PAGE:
Jump to content

Search the Community

Showing results for tags 'hannah'.



More search options

  • Search By Tags

    Type tags separated by commas.
  • Search By Author

Content Type


Forums

  • The Captain's Cabin
    • Questions/instructions on how to use and post to this forum/Site Problems or suggestions
    • New member Introductions
  • Member's Build Logs
    • Build Logs for SHIP MODEL KITS
    • Build Logs for SCRATCH SHIP MODEL PROJECTS
  • Model Ship World Group Projects
    • Medway Longboat (1742) plank on frame group project
    • H.M.S. Triton, 28 gun frigate
    • Intro to carving - typical decorative relief carving for ship models
    • General Info about group projects on Model Ship World and past groups archived
  • Shop Notes, Ship Modeling Tips, Techniques and Research
    • Nautical/Naval History
    • Ships plans and Project Research. General research on specific vessels and ship types..
    • Building, Framing, Planking and plating a ships hull and deck
    • Discussion for a Ship's Deck Furniture, Guns, boats and other Fittings
    • Masting, rigging and sails
    • Model Tips and Tricks and Making Jigs
    • Modeling tools and Workshop Equipment
    • Metal Work, Soldering and Metal Fittings
    • Wood discussion
    • Painting, finishing and weathering products and techniques
    • CAD and 3D Modelling/Drafting Plans with Software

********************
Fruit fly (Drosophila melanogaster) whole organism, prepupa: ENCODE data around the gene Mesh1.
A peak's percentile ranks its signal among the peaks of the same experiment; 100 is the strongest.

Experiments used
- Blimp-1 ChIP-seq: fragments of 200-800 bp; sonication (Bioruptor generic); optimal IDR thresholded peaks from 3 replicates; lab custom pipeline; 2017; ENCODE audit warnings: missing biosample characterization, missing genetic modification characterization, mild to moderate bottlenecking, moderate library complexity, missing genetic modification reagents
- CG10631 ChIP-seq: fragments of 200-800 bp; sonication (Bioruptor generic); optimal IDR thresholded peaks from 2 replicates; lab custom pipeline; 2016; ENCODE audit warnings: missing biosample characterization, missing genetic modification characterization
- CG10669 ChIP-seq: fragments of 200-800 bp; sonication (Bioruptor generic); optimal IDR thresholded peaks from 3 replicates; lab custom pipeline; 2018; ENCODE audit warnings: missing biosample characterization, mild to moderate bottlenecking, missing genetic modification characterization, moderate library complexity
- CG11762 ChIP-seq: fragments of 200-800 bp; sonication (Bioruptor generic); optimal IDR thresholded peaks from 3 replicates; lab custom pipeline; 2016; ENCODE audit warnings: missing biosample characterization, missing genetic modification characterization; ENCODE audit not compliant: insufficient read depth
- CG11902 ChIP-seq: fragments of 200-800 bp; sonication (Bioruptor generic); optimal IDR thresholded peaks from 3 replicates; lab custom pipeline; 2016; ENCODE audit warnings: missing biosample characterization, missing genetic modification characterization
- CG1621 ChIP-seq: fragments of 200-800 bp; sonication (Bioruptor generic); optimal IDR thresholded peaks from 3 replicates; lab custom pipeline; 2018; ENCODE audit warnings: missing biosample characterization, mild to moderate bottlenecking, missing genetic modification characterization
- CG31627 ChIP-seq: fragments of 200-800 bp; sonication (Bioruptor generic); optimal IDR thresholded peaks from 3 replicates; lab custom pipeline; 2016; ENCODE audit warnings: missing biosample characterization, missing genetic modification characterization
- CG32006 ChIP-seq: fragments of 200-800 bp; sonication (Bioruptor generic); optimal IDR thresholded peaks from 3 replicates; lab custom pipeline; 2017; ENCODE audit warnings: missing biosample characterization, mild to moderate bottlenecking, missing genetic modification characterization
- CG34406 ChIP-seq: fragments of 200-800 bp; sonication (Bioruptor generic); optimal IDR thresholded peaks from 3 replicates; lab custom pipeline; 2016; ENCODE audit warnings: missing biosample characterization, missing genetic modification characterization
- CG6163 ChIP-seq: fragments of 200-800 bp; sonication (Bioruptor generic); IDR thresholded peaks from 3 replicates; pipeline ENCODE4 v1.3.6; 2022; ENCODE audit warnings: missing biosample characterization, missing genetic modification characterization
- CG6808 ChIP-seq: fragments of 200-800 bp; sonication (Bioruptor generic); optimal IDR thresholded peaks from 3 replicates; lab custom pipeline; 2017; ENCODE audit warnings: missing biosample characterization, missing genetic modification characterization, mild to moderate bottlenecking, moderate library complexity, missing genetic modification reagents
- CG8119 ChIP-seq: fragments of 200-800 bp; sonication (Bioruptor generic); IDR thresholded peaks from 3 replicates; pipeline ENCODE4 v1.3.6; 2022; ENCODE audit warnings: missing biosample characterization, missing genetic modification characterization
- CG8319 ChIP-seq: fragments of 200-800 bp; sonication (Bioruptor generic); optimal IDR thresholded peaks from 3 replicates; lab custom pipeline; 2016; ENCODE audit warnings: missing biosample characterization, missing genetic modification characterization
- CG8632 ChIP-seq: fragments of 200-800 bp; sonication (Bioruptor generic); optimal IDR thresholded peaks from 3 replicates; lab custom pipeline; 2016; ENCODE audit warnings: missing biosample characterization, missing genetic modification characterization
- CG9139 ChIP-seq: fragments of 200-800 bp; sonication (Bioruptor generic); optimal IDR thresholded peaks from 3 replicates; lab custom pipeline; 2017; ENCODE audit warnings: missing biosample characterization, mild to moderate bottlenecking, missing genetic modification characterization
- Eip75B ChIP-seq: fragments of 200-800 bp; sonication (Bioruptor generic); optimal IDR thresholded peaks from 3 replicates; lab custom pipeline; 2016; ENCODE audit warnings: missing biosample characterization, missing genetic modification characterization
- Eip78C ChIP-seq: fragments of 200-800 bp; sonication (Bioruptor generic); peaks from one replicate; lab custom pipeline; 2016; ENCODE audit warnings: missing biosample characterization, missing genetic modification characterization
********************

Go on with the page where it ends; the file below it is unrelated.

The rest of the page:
• Ship Modeling News And Reviews.....Traders and Dealers...Ship Model Clubs
    • General Ship Model Kit Discussions
    • Reviews
    • Book, Monograph and Magazine reviews and Downloads. Questions and Discussions for Books and Pubs
    • Traders, Dealers, Buying or Selling anything? - Discuss New Products and Ship Model Goodies here as well!!
    • NAUTICAL RESEARCH GUILD - News & Information
    • Important Ship Model Club News, Links to ship modelling resources and museums
  • The Crew's Lounge
    • Nautical General Discussion
    • Shore Leave

Calendars

There are no results to display.


Find results in...

Find results that contain...


Date Created

  • Start

    End


Last Updated

  • Start

    End


Filter by number of...

Joined

  • Start

    End


Group


AIM


MSN


Website URL


ICQ


Yahoo


Jabber


Skype


Location


Interests


NRG Membership Number

Found 5 results

  1. OK well here we go...this is going to be my first attempt at a mostly scratch built ship project, I've purchased rigging blocks and cannon barrels, but everything else will be scratch. I've decided to start small both in scale and ship by doing the Colonial Schooner Hannah, she will be laid up as POB. The bulkhead and false keel plans were provided by Highwingpilot over on www.modelshipbuilder.com (thanks to all there), but I have reduced them from 1/72 scale down to 1/96. I've found some other internet copies of Harold Hahn's plans and have a copy of his book Colonial Schooner, 1763-75 on order, I'm hoping to glen many details from it. So far all I've completed is the reduction and printing of the plans, but here are a couple paintings of the Hanna, love the action in the first one, wish it was color...